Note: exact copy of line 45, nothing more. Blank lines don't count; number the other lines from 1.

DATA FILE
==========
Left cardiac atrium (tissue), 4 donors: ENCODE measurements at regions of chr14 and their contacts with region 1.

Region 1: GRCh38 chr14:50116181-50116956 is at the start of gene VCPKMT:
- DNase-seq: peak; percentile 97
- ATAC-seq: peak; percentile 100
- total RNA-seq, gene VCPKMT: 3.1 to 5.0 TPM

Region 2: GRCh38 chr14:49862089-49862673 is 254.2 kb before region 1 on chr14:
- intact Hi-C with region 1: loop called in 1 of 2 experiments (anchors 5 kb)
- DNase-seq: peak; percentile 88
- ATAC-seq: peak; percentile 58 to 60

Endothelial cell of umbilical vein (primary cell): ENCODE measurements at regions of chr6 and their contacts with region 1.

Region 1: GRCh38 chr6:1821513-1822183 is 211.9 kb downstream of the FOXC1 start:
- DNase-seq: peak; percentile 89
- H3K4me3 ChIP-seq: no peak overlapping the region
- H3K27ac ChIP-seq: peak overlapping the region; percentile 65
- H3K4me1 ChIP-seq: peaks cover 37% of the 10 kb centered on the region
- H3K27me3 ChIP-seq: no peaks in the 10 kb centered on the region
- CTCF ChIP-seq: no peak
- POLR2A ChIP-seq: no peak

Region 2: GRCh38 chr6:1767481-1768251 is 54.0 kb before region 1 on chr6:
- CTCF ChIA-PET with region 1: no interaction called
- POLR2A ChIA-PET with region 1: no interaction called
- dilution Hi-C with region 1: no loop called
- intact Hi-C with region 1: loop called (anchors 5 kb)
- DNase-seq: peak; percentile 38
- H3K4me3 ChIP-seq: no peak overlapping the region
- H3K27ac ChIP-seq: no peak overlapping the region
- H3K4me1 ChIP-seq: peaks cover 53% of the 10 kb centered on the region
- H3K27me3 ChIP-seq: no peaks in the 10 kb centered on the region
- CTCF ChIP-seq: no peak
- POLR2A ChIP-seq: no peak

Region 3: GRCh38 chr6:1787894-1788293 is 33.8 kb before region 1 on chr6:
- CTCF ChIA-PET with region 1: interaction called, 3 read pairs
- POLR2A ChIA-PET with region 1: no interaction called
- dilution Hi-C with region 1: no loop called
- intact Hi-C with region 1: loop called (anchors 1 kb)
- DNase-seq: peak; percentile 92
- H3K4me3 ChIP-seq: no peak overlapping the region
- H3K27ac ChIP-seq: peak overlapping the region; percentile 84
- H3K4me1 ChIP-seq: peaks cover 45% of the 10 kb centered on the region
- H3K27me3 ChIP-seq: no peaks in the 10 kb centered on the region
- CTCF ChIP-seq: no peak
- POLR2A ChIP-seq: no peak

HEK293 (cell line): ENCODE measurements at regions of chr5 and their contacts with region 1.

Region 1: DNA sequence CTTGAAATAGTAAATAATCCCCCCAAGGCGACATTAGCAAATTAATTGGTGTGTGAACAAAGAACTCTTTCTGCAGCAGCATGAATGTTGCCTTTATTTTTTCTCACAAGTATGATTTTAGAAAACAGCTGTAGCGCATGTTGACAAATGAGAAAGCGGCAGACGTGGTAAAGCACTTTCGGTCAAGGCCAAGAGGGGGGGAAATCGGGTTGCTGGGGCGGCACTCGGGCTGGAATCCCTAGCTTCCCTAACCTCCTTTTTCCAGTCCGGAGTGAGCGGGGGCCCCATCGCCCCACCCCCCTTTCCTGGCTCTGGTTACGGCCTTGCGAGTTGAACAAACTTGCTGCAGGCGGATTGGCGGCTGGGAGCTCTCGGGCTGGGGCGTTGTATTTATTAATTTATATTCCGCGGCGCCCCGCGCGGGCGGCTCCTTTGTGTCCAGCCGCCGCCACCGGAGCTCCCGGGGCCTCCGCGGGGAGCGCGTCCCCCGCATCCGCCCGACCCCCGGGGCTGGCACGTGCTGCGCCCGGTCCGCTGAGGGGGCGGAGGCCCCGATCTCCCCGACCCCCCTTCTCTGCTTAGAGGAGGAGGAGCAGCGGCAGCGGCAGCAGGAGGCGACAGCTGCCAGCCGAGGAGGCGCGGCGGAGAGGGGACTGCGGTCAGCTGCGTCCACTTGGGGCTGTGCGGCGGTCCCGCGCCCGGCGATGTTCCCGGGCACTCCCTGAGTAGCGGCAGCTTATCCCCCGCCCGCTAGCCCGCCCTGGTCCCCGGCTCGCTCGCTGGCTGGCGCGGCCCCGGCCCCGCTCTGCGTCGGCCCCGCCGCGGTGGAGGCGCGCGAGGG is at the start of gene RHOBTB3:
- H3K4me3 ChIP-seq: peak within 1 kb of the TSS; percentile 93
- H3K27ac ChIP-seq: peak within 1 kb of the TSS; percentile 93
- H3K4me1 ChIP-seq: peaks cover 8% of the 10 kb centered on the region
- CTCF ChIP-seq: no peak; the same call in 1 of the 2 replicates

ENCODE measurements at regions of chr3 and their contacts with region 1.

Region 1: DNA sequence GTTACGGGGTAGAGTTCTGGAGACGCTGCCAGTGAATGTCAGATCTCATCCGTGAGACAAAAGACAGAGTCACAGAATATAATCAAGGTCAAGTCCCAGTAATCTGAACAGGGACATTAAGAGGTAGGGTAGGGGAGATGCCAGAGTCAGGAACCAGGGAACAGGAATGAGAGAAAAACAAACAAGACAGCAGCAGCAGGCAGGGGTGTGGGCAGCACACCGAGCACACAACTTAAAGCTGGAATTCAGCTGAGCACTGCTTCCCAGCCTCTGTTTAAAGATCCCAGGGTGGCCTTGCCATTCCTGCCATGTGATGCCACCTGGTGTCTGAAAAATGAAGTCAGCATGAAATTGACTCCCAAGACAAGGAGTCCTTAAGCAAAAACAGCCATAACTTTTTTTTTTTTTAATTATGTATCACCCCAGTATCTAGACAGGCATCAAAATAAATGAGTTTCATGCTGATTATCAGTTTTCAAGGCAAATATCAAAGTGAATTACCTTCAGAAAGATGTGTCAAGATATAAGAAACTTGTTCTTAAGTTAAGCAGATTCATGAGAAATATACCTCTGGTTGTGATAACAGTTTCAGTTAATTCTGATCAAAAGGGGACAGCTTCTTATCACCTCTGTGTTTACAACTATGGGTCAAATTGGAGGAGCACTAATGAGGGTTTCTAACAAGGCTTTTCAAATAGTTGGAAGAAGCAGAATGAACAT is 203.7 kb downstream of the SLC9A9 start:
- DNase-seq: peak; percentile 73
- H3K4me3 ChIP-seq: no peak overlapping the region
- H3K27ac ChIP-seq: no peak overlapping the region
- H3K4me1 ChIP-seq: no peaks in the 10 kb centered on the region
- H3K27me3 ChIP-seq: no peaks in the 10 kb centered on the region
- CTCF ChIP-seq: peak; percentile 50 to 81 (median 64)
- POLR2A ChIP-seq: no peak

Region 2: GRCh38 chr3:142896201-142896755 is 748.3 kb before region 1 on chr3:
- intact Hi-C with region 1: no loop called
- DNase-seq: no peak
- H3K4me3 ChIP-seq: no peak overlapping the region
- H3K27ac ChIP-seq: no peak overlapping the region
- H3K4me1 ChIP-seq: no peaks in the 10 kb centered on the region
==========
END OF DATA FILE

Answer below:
- H3K4me3 ChIP-seq: peak within 1 kb of the TSS; percentile 93